First year Wake Forest MBA team takes on 42 top business school teams in regional finals
A team of first year Full-Time MBA students from Wake Forest University School of Business has received an honorable mention in the fifth annual Hult Prize competition. The Hult Prize is the world’s largest student competition and start-up platform for social good.
Team members Hunter Chism, Karn Malik, Torin Martinez, Allison Sanders and Arjun Som Sekhar competed against 42 teams from top business schools, such as Dartmouth, Harvard, Johns Hopkins, MIT and Yale in the regional finals in Boston on March 8. They presented their innovative start up idea to an executive jury made up of regional CEOs, nonprofit leaders and social entrepreneurs for the chance to win $1 million in funding.
“Every member of our team is passionate about social entrepreneurship,” said Torin Martinez, a first-year MBA. “We hope to contribute our business acumen to purpose-driven causes. As future business leaders, we plan to support the triple bottom line of social equity, environmental stewardship, and economic prosperity.”
The team pitched a business that would merge big data analytics with mobile technology in the developing world to provide health education to those most at-risk. The organization would collect individual data, run it through a health probability algorithm and then send out personalized health texts seeking change.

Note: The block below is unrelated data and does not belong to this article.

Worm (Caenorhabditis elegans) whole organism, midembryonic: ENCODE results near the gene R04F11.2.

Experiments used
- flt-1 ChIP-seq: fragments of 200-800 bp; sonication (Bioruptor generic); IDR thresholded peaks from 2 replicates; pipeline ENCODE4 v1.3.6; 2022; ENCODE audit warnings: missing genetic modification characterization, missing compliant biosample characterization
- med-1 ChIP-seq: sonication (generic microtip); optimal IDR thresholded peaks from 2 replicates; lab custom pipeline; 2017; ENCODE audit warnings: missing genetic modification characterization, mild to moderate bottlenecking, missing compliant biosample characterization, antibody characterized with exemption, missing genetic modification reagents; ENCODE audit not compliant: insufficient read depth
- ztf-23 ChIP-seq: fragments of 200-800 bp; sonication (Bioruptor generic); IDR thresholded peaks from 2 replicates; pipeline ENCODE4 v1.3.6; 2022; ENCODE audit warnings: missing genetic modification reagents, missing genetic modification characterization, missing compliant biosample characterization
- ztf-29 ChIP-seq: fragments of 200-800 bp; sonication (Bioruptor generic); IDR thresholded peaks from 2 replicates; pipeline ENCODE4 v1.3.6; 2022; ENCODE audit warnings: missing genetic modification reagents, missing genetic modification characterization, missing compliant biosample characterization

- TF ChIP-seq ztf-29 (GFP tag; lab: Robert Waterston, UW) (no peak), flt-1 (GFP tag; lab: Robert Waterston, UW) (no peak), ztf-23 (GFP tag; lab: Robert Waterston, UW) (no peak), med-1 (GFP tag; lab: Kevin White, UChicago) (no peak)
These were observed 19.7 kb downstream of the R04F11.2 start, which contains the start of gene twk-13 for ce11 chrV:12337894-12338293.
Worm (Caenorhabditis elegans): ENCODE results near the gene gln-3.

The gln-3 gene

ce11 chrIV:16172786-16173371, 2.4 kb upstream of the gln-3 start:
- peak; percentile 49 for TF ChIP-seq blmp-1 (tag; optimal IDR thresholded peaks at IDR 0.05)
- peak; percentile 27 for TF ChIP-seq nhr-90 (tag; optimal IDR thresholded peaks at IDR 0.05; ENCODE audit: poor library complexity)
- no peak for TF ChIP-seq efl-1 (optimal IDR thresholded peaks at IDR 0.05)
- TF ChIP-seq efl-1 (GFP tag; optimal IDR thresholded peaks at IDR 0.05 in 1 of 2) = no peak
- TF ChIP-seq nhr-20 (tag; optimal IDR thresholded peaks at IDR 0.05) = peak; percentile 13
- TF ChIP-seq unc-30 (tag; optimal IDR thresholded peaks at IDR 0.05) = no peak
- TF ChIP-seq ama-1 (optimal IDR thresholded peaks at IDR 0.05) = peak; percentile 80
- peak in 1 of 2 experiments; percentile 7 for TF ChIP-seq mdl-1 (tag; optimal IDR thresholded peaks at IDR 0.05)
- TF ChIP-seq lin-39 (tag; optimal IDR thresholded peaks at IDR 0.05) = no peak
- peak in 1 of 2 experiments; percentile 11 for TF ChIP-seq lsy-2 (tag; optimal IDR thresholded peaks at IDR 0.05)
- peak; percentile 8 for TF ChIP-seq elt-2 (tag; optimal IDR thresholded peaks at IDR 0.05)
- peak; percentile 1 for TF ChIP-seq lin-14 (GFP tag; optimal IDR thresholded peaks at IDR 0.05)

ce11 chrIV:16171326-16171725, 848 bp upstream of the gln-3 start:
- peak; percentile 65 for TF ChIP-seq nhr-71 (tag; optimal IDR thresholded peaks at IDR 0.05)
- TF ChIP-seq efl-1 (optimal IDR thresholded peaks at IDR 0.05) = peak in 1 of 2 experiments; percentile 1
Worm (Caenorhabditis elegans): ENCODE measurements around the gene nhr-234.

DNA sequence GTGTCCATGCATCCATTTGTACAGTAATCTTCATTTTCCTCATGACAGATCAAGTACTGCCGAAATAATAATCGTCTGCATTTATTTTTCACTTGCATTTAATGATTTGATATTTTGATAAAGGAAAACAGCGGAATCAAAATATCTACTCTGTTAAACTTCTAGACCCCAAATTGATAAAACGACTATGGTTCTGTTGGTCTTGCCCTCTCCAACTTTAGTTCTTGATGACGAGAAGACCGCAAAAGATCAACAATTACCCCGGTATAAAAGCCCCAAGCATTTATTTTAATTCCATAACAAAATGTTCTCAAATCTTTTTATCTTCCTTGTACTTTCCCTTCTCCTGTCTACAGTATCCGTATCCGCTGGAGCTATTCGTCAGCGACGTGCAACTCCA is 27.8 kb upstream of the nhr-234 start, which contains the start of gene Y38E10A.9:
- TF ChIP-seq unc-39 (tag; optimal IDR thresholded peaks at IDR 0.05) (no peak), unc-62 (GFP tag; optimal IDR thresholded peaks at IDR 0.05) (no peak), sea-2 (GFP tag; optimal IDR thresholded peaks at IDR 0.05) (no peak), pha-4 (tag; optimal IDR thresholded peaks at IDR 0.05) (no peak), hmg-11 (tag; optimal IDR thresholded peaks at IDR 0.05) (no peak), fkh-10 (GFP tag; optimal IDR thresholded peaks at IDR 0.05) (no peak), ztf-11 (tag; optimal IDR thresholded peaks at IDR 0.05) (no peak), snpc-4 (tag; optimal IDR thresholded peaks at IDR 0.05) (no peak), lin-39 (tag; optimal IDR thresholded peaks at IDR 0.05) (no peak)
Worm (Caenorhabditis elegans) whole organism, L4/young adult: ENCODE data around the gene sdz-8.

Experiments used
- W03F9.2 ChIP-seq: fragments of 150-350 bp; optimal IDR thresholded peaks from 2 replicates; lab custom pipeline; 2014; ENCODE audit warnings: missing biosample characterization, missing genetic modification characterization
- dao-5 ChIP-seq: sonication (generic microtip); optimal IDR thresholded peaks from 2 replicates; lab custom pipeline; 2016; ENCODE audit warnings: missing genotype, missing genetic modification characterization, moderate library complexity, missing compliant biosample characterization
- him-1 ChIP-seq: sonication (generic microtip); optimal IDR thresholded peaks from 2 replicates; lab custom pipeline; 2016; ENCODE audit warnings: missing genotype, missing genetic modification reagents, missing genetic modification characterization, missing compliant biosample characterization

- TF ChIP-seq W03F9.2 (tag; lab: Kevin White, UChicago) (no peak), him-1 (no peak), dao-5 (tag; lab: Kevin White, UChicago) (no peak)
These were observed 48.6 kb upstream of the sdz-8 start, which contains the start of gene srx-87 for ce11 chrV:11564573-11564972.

“With more data in the long term, we believe this could lead to finding new cures, disease trends, area trends and real time epidemic outbreak information,” said Arjun Som Sekhar, one of the team members.
He added that while the team is not moving on in the competition, they are grateful for the support of Assistant Professor of Economics Adam Hyde and Vice Dean and Professor of Management Charles Iacovou, who served as faculty advisors.
The Hult Prize is a start-up accelerator for social entrepreneurship which brings together the brightest college and university students from around the globe to solve the world’s most pressing issues. Former President Bill Clinton challenged the students to address non-communicable diseases in urban slums for the 2014 challenge. Winners of the six regional challenges receive a one-year membership to the Clinton Global Initiative and an opportunity to spend the summer at the Hult Prize Accelerator.
More than 10,000 teams submitted applications from more than 350 colleges and universities in more than 150 countries to be part of the 2014 competition.